2nd.        We returned to Hobart Town, calling at a few small cottages on the Sorrell-rivulet ...Learning that there was “a marked tree road,” or a way through “the bush,” as the forest is termed in this country, marked by pieces of bark being chopped off the sides of trees, we ventured to take it ; and though the distance was five miles [8 km], and it was extremely hilly and rough, the variety was pleasant.  Some of the Gum-trees have deciduous bark, and consequently white trunks ; these are generally blackened by fire, that has been kindled to clear off the underwood and long-grass, at various intervals ; long strips of bark hang from the branches, and great numbers of dying and dead trees, the wreck of ages, lie on the ground in the forests.  The only quadruped we saw was an Opossum...


This account was by Edward Markham, who was visiting Henry Oakey, the leasee of Redlands, in July 1833:73


“Went up by coach to New Norfolk to meet Oakes, brother to Colonel Oakes that I knew at the Cass Filicaja at Florence.  A little cold.  Wet drive.  Found Oakes in wading and a spare horse.  I should say one of the prettiest places in Van Diemen’s land;  high hills, craggy rocks and a regular town laid out.  It is 22 miles [35 km] from Hobart Town and a coach goes out and in, and another in and out from Hobart Town every day.

I put up at the Bush Inn, Mrs Bridger’s, till I was warmed then rode ten miles and came to a fine farm...  The name of the place is Redlands, but Oakes only has the lease of it... Got a gun to have a shot at the cockatoos, there was a flock of 400 to 500 of them, on some high trees, but there was no chance, as I only made them make more noise.”


A visitor of a different kind passed by the Bush Inn, a whale.  It found its was up river to a place opposite the Bush Inn, and not being able to turn around, was soon made a prize of by the astonished inhabitants.74


“A gentleman in the neighbourhood, (says Peincep, who has another letter below)  immediately gave them a great sum of money for it, and hastened down to make the most of his treasure in Hobart Town.  He was so long making up his mind how much to take for it, that several days passed before he returned, and then behold he found swarms of small fish, with which the river abounds, without any of the respect due to his purchase right in the sea monster had eaten almost all of it.”

The Hobart Town Gazette on September 29, 1825 mentions a fin-back whale, 90’ [28 metres] long, ‘harpooned’ above the punt ferry by an old whaler living at Back River.  It can be assumed because of the discrepancy in dates, that is not the same one as mentioned here.

A friend of the Fentons at Fenton Forest, Mrs Augustus Princep, gave this account when she stayed in 183375.


...the road ended at the church, not very inviting termination to hungry, cold, wet travellers...  I looked in vain for houses...  when a charitable man conducted us over the turf to the inn, which really looked very comfortable, and its accommodation within did not belie its external experience.

The Inn window faced a splendid rock, clothed in every fissure with luxuriant verdure, which hung over the river. Still I could see nothing of a town, or even a village, and no wonder, for, upon enquiring, I found that besides the magistrate’s and the Governors Turriff Lodge which are at some distance, there are but two houses and a half, the third not being completed!  Making seven in all, including the church and the inn.  I forgot to mention the school house...  which  is well attended by children who collect from miles all around.  The Governor’s farm is extremely pretty and rural.  In this hilly country, it is indeed impossible to have other than beautiful views up and down the river;  and Elizabeth Town is advantageously situated in this respect, the ledge of rocks hanging over the river, being of a bolder and more perpendicular character than lower down.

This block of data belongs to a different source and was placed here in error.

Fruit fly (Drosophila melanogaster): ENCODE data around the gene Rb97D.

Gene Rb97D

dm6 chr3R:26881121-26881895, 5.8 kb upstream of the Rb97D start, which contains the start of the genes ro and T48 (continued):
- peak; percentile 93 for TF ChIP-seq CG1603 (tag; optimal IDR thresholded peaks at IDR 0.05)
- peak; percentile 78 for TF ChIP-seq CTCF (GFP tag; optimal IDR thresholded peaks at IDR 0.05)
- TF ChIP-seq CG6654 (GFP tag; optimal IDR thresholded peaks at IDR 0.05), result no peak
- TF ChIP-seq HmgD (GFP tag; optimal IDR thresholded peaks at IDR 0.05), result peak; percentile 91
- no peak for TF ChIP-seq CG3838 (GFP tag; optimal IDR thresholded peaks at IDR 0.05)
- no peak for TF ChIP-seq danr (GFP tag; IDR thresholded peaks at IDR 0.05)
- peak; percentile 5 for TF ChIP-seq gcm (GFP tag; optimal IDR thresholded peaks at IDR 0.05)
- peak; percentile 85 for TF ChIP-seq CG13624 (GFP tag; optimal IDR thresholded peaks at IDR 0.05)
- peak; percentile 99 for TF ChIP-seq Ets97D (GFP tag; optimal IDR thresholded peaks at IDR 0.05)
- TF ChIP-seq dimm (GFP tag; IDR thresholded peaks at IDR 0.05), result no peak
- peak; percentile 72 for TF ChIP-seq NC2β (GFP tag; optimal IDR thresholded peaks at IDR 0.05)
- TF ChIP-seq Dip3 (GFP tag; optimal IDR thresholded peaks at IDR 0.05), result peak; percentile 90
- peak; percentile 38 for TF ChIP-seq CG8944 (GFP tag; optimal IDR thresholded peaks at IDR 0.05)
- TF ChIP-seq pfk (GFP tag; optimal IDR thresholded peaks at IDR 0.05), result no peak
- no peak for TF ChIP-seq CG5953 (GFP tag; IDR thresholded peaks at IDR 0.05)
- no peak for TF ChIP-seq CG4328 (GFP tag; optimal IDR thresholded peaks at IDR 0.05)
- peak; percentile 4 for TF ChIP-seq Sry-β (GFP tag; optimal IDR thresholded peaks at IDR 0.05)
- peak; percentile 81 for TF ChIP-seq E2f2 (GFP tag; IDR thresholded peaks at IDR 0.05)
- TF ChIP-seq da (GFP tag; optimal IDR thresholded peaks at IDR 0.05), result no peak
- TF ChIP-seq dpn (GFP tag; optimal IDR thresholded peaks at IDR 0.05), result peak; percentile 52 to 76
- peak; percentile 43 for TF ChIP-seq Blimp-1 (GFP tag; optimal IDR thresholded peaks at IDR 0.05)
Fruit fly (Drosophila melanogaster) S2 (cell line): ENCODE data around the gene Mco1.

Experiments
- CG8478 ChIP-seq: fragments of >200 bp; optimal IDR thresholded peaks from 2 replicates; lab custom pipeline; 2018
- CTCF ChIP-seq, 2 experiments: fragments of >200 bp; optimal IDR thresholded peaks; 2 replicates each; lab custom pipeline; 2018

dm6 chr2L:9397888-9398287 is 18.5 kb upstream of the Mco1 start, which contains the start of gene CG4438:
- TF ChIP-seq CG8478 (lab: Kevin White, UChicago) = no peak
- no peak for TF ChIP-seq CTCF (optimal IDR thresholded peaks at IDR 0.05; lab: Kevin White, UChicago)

About two miles above, at a place called Bells Terrace, these rocks assume a terrific cast;  the road is cut in the face of them, as it were, hanging between heaven and earth, with 300 feet [91 m] of precipice to the water and no projection between...  frequently huge masses of rock in their decent threaten destruction to the unwary traveller.  Here a ridge of rocks crosses the Derwent, making a little fall...  and arresting the tide, which comes up salt as far as this.

I went about six miles further... to see a gentleman on his estate and passed over Bell’s Terrace.  I can assure you that my curiosity was perfectly satisfied by one visit to this terrible pass.  I never wish to repeat it till the road is improved (but) the scenery was superb.


The “splendid rock” Mrs Princep mentions was probably the original Pulpit Rock.  This was removed when the railway line was built into the town in 1885, as it was thought too dangerous to leave where it hung above the newly planned line of construction.


12564283.jpg (305413 bytes) Pulpit Rock, Beattie JW (1859—1939) c1890
gardens.jpg (90691 bytes) The gardens of the Bush Inn. Once, the property ran right down to the River Derwent


There have also been other notable visitors to the inn.  In 1837 the wife of Governor Sir John, Lady Franklin, planted a pear tree in the gardens.  Unfortunately, this tree was burnt by vandals in the 1980’s.  Other visitors of late include the composer William Vincent Wallace, in the 1830’s and Dame Nellie Melba in the 1920’s.  Their stories will be told in a separate chapters.  

Hotels are used not only as lodgings and for entertainment, but also for meetings and places for public debate.  And as may be expected with an inn so old, some unusual and also historic meeting have been held at the Bush Inn.  The initial talk of a bridge over the River Derwent at New Norfolk has been mentioned, but there is more to that story and others still to come.


Original material © November 2000 KM Roberts